Meet the mother who wake surfed at 40 weeks pregnant - Bring Me The News

Meet the mother who wake surfed at 40 weeks pregnant


Kolby Fahlsing is getting plenty of love on social media for proving that being 40 weeks pregnant doesn't stop you from wake surfing.

After hanging up her board when getting pregnant through IVF, the Lino Lakes resident just couldn't give up the hobby she loves so much for the full term.

So after taking a break during the formative stages of the pregnancy, when physical activity is limited to ensure the baby's safety, she headed back out onto the lakes and documented her experiences on social media, getting tens of thousands of views on the videos and pictures she posted on Instagram.

In the blog on her website, the owner of Flutter Bridal Boutique said she has "grown up on a boat," having been raised alongside the Mississippi River in Burlington, Iowa.

So when she had to put her board away when finding out she was pregnant, she told KARE 11 she cried. But later in the term, she was itching to get back on the board and spoke to her doctor about what she could do safely.

"He did tell me, I don't care if you do that, but don't do 360s and fire hydrants. So, he's like, as long as you aren't doing tricks and putting yourself at risk to fall, then I think as long as you go out and coast, you're fine," she told the TV station.

On her blog, she wrote: "I’m being as safe as I can and loving my baby so much. I would never do anything to put myself or our very expensive IVF baby at risk. I’m just doing something that makes me happy."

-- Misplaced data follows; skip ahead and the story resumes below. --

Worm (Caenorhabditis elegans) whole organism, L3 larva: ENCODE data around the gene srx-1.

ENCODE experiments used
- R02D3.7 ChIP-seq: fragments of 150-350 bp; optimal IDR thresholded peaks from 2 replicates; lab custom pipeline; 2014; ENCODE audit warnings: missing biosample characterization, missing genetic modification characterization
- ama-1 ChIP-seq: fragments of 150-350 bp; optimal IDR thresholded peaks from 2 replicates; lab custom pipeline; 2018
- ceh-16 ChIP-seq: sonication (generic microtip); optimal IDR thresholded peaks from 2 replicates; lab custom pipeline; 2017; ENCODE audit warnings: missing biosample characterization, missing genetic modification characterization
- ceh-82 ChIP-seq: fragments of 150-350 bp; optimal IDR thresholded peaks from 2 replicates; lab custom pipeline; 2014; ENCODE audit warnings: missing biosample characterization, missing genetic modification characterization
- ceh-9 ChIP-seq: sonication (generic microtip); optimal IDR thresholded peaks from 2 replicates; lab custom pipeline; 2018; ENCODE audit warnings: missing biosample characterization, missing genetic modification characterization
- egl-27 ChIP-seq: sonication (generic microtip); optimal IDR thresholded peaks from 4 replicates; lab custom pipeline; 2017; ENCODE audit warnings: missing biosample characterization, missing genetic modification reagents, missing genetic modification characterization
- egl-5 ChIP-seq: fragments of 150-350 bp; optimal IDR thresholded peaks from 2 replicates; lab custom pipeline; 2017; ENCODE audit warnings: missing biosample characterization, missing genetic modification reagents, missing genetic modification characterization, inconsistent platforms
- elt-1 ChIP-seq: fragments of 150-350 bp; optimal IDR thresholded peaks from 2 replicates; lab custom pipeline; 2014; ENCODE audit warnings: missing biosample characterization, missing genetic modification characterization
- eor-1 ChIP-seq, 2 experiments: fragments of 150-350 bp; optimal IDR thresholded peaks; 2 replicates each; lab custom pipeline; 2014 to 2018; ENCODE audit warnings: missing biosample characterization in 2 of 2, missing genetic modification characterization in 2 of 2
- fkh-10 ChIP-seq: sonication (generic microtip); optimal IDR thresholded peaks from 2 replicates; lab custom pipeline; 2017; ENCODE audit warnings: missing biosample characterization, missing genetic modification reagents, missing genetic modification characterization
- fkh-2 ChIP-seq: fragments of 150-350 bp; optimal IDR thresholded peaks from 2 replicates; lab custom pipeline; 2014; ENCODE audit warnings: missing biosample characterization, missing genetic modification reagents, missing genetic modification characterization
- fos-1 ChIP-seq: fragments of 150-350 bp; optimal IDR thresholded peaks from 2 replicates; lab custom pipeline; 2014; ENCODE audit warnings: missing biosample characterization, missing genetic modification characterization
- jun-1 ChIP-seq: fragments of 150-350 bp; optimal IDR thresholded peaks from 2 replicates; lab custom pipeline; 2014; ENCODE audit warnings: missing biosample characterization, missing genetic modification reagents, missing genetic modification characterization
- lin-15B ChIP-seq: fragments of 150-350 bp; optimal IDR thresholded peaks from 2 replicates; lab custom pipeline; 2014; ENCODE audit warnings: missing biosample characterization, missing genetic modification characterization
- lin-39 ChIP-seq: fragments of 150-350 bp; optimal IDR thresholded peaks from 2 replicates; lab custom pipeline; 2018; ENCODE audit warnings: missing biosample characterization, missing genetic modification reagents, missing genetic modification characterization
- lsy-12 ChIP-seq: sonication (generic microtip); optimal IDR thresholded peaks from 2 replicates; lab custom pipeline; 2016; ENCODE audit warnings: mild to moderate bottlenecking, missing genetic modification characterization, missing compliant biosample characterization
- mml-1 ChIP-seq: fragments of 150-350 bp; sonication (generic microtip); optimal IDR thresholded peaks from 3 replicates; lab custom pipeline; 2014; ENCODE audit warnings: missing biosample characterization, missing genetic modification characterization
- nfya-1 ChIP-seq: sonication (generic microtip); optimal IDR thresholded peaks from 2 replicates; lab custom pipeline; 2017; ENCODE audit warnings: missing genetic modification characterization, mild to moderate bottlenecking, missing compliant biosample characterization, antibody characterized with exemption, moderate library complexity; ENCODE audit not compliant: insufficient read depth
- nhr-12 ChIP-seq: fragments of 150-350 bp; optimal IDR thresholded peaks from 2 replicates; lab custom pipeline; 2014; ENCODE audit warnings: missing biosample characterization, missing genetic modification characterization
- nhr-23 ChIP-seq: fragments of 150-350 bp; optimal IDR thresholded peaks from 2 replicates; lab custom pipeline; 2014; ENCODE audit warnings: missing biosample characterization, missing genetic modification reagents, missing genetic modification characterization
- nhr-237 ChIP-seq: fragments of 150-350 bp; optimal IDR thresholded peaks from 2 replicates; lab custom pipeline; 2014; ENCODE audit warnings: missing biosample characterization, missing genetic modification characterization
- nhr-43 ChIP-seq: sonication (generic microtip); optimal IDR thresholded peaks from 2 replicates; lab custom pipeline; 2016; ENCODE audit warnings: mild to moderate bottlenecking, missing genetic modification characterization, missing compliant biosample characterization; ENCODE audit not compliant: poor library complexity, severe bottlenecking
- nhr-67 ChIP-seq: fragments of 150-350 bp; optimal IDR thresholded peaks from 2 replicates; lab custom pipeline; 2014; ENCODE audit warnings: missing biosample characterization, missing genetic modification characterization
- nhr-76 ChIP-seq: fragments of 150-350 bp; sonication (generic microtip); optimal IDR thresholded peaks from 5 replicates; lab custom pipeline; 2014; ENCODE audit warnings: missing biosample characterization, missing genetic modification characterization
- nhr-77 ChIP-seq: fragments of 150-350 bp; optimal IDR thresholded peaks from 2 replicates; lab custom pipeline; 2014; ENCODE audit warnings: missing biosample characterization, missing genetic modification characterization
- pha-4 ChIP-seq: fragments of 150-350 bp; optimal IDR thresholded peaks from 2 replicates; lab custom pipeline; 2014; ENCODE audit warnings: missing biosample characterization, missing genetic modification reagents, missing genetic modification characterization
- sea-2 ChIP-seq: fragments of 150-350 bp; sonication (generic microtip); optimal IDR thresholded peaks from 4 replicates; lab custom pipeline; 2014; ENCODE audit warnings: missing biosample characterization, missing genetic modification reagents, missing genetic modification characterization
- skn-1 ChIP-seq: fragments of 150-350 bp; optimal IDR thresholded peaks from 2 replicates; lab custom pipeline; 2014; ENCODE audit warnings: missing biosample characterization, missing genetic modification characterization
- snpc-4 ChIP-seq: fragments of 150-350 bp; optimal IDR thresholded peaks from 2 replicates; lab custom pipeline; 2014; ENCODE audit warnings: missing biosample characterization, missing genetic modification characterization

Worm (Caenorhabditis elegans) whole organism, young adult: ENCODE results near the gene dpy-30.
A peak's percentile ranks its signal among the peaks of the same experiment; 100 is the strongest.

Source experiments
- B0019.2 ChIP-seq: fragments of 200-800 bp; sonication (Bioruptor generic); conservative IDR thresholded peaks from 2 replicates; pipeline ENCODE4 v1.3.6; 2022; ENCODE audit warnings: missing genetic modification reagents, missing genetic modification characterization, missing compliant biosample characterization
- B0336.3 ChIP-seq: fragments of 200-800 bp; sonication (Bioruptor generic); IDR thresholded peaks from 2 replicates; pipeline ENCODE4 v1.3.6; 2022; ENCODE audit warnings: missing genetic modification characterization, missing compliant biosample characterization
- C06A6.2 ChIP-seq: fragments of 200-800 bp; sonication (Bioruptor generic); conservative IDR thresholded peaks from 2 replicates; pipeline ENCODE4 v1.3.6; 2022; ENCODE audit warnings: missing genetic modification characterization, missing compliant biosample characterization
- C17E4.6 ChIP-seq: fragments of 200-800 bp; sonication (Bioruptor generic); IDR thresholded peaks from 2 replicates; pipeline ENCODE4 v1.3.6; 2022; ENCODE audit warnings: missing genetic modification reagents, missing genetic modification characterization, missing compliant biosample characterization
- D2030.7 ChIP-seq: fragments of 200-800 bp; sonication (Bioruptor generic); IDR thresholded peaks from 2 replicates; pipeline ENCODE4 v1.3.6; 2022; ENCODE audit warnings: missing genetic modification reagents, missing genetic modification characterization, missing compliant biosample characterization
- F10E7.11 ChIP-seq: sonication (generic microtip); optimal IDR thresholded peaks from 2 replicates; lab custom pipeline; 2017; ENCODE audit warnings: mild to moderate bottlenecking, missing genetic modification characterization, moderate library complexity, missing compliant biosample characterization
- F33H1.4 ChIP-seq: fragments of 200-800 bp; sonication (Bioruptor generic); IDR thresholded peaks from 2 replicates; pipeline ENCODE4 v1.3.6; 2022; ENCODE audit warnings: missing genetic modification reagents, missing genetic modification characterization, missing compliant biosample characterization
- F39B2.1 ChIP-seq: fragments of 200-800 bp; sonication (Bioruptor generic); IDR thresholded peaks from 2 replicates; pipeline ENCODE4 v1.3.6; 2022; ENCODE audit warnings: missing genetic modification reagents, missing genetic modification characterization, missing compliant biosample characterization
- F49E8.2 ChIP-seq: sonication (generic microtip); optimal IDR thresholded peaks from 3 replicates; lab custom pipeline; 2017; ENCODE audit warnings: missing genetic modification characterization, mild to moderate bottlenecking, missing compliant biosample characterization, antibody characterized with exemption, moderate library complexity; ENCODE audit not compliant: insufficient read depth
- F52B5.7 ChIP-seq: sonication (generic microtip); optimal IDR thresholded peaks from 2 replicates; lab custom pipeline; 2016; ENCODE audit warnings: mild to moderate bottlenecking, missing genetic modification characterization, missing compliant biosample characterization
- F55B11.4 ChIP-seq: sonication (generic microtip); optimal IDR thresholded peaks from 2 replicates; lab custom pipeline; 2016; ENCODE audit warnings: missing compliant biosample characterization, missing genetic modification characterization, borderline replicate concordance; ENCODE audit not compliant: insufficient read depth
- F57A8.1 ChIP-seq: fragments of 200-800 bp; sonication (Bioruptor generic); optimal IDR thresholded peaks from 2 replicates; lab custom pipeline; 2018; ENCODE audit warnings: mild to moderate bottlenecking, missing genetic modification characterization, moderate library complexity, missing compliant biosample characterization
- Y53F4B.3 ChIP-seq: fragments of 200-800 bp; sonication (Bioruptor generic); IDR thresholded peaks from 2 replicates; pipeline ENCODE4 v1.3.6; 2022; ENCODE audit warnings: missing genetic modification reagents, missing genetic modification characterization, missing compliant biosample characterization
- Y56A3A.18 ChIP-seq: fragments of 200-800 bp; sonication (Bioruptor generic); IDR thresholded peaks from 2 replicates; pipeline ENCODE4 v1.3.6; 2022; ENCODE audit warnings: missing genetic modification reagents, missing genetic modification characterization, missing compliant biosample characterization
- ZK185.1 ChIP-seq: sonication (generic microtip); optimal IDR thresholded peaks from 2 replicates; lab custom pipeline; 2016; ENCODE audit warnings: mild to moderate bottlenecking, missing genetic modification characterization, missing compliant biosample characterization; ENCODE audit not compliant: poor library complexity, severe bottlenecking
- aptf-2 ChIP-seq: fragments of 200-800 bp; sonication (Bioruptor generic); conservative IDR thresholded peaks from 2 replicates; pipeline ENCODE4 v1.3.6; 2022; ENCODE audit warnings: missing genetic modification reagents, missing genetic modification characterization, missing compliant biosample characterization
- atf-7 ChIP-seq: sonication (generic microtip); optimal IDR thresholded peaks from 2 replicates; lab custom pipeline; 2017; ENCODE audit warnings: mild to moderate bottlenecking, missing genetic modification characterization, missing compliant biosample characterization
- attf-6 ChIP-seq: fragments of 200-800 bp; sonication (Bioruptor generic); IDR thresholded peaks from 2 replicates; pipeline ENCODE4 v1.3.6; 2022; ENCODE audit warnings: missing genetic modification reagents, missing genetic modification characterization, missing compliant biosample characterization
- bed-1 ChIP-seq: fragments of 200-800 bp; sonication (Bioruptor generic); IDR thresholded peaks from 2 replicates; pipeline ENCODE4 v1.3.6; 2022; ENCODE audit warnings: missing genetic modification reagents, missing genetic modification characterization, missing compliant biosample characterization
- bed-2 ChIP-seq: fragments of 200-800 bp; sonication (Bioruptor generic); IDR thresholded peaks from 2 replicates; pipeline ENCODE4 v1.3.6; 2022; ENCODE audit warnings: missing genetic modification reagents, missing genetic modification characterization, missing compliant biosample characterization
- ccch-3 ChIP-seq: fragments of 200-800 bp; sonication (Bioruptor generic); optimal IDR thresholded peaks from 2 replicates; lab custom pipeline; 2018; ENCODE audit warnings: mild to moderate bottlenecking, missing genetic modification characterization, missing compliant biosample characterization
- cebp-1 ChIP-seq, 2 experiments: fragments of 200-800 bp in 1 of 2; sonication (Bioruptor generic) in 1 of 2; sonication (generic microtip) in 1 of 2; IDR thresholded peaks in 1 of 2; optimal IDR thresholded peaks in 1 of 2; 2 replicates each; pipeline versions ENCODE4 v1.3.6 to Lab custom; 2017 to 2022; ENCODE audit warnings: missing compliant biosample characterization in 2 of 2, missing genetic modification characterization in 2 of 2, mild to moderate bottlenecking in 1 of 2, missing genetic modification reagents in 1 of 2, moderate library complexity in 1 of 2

"Wake surfing is something I enjoy. This is a place that I de stress. This is something that is fun and gives me a little bit of a workout. I don’t really like to work out, so this is the closest I come to getting that 'runners high.'"

Five days after posting her last wake surfing video (above), Fahlsing gave birth to her son, Wilder.

Wake surfing – by the way – is riding a surfboard behind the wake of a boat, without actually being directly pulled by the boat. A participant generally holds on to a tow rope to get up to speed initially, before letting go and riding the waves.

Fahlsing and her husband went down the IVF route because she is a sufferer of Gonadal Dysgenesis Type XX, which, she writes, means she was born without ovaries, fallopian tubes, or eggs.

It means that IVF, surrogacy or adoption were the only options for them to have a child, and the two were successful with IVF treatment through the Center for Reproductive Medicine.

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